Mark A Davis
"Grandpa Anarchy, come look at this."
Deep in the basement of the Anarchy Mansion, Grandpa Anarchy's current sidekick, the Compound Eye, sat before the famous Anarchy Computer -- clearly the latest in high-tech crime-fighting computer equipment circa 1962, with reel-to-reel tapes occupying one long wall, another large wall of dust-covered machines with blinking lights, and a jacob's ladder for that added special effect. True, it had been updated with a few more recent additions -- new keyboard and monitors, cameras and the like -- but it remained essentially the same computer it had been for fifty years.
The Compound Eye was a young woman in an all-black costume with insect-like armor and huge, glittering compound eyes built into the face mask -- as if she had once attended a horror convention dressed as Jeff Goldblume in the Fly, and then adapted this into her hero costume.
Grandpa, dressed as usual in an old gray suit with a silver anarchy symbol stitched over the chest, and wearing a gray fedora, ambled over and glanced over her shoulder. He saw images of villainous minions, a battle between himself and one particular villain, and a wall of text, along with numbers in big fonts off to one side.
"What am I looking at?" asked Grandpa.
"I was scanning the entries on Lairbuildr," said the Compound Eye, "and look who I came across!"
"Lair Builder?" Grandpa's eyes narrowed.
"No, Lairbuildr," said the sidekick. "It's a villain crowdfunding service on the darknet. You know, like Kickstarter or Indiegogo. Mr. Medberry taught me how to find it and monitor it...."
Grandpa, who only touched computers when he wanted to smash them, was now completely lost. "Dark what? Kick who? Go where?"
"Grandpa," said the sidekick, "do you know what crowdfunding is?"
"Of course I know what it is," Grandpa snapped. Several moments of silence followed. "It's... giving money out to random crowds... right?"
"Close!" she replied. "It's actually a method of raising money from crowds of people via the internet. For example, if I wanted to publish a how-to book on Sidekicking for Grandpa Anarchy, I could go to Kickstarter and request money."
"Kid," said Grandpa seriously, "not to curb your enthusiasm, but you've been my sidekick for all of two weeks. I hardly think you're qualified to write a book on the subject."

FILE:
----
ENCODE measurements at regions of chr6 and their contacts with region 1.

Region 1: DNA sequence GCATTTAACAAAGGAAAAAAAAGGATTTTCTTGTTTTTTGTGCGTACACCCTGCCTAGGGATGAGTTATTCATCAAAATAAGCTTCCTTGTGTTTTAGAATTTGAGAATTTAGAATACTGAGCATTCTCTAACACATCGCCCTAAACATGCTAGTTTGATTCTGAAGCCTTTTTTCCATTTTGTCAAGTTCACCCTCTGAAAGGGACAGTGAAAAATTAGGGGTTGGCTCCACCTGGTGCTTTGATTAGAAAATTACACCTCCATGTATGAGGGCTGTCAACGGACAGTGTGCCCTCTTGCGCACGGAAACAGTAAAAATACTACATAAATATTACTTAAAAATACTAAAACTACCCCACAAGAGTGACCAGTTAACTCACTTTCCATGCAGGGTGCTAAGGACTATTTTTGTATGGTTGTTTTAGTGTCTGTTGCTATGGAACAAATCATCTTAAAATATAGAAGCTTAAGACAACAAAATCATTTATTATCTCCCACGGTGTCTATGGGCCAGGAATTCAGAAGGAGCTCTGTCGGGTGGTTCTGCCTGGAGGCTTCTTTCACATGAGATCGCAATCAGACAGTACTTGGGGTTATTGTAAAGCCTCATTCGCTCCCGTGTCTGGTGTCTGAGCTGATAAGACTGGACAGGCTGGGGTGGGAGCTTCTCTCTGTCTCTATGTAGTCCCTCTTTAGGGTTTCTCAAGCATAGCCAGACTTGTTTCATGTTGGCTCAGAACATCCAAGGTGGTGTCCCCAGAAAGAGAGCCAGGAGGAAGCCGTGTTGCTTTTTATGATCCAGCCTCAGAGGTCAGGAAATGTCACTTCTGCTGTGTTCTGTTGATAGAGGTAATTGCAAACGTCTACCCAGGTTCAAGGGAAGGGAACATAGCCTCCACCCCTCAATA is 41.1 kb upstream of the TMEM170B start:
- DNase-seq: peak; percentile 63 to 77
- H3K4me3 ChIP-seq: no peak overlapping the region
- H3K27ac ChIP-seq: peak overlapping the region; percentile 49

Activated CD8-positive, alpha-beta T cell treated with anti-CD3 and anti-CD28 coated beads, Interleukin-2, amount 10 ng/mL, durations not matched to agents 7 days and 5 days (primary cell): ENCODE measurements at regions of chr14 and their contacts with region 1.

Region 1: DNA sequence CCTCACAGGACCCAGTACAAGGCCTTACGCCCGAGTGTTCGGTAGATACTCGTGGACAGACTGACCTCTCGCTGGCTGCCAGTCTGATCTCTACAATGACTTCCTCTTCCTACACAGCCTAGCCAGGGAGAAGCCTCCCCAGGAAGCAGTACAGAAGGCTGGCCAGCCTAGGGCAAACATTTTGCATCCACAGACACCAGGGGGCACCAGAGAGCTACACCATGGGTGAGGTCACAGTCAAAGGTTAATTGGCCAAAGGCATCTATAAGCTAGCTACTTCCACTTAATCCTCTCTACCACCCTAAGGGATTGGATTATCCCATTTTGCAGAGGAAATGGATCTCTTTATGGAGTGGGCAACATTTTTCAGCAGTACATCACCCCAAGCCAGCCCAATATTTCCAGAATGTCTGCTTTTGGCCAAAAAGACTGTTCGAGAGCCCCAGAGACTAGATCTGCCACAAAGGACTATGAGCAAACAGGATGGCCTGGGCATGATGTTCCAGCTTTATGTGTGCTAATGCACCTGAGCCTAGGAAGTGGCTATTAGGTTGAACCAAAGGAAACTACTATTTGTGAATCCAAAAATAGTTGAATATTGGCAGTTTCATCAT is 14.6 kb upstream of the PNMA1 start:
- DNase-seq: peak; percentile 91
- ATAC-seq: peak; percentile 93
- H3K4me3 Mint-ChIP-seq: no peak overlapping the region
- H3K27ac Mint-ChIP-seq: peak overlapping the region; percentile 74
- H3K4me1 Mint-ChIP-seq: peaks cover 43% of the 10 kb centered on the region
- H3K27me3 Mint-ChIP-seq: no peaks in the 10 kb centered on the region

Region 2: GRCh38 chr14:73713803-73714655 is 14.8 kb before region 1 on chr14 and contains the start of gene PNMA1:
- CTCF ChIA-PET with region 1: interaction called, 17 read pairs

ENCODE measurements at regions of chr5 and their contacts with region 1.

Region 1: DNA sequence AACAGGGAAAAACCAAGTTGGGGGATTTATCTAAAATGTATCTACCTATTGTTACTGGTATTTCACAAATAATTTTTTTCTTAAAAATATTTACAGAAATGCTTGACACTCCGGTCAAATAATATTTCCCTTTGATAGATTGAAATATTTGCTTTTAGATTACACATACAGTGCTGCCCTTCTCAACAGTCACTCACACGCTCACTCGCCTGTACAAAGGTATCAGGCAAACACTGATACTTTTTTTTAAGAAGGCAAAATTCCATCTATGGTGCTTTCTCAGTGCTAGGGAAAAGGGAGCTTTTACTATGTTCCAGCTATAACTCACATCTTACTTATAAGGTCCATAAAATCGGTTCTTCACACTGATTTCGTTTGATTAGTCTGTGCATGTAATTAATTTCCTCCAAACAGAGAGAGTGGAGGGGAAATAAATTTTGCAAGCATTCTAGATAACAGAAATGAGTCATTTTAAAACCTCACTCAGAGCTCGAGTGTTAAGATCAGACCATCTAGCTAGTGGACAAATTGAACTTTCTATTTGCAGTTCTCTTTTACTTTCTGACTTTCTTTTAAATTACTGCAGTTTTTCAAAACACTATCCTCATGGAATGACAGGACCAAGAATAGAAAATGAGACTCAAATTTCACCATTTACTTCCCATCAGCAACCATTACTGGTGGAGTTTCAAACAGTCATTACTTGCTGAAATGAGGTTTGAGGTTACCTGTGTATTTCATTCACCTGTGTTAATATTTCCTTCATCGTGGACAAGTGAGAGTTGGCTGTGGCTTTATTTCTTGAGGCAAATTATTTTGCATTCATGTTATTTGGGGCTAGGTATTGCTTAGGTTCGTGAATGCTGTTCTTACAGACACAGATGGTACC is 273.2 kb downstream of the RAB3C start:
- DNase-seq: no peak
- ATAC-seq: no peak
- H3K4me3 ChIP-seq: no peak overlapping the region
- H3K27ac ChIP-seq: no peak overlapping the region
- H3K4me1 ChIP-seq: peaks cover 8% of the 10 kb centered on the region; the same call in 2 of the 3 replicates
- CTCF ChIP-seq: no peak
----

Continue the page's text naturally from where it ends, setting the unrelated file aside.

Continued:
"Just an example, Sir," she said.
"And people will give you money? Why?"
"Because they want to see the book published? Also I could offer enticements -- a signed copy for a certain level of contribution, or maybe at the highest level of contribution I'll print their name as a thank you acknowledgement in a preface to the book. Or whatever. The sky's really the limit -- only your imagination holds you back. People have used this to fund game development, to fund books, to fund music releases, to fund movies, to fund art and graphic novels. Whatever you can think of that you'd want to raise funding for."
"Let me get this straight," said Grandpa. "Let's say I want to fix up the Anarchy Mansion. I can just ask people to give me money so I can do that?"
"Sure," replied the sidekick. "For an incentive you could give away signed photos for a low level contribution, on up to a personal meeting with you and a tour of the mansion for the highest level."
Grandpa frowned. "Strangers touring my mansion? I ain't having that!"
"Just a suggestion, Sir," said the sidekick. "If you wanted to crowdfund a remodel, of course."
Grandpa stared over the sidekick's shoulder. "Wait a second," he said. "That's Kid Calculus, isn't it?"
"That's right, Sir," she said. "Your number one villain."
"He ain't my number one villain," Grandpa snapped. "He's just some young punk with delusions of grandeur."
"Well, he's crowdfunding a new secret base from which to relaunch his attacks on you. You blew up his mobile sky battleship a few months ago, remember?"
"Blew up real good, too," Grandpa replied with satisfaction. "I'll never understand why people want to build flying fortresses. They crash, and it's never just dents that the body shop around the corner can pound out." He studied the screen. "Still," he said, "A bad guy's gotta have a base of operations, I guess. You can't blame him for wanting to build a new lair -- and I'm sure he sunk everything he had into that battleship, so this interweb funding racket thing must be his only option."
Grandpa stroked his chin thoughtfully. "Okay," he said. "The max contribution is ten thousand, right? Put me down for that."
It was impossible to know the Compound Eye's expressions, hidden as they were beneath the bug-faced mask, but she stared at Grandpa for a very long moment. "Grandpa," she said, "you want to help fund his lair? Why?"
"A villain in a lair makes for a good confrontation," Grandpa replied. "Lairs are fun to blow up. And I noticed that the top tier included a special invite to the grand opening." Grandpa Anarchy grinned. "Should be quite the shindig, don't you think?"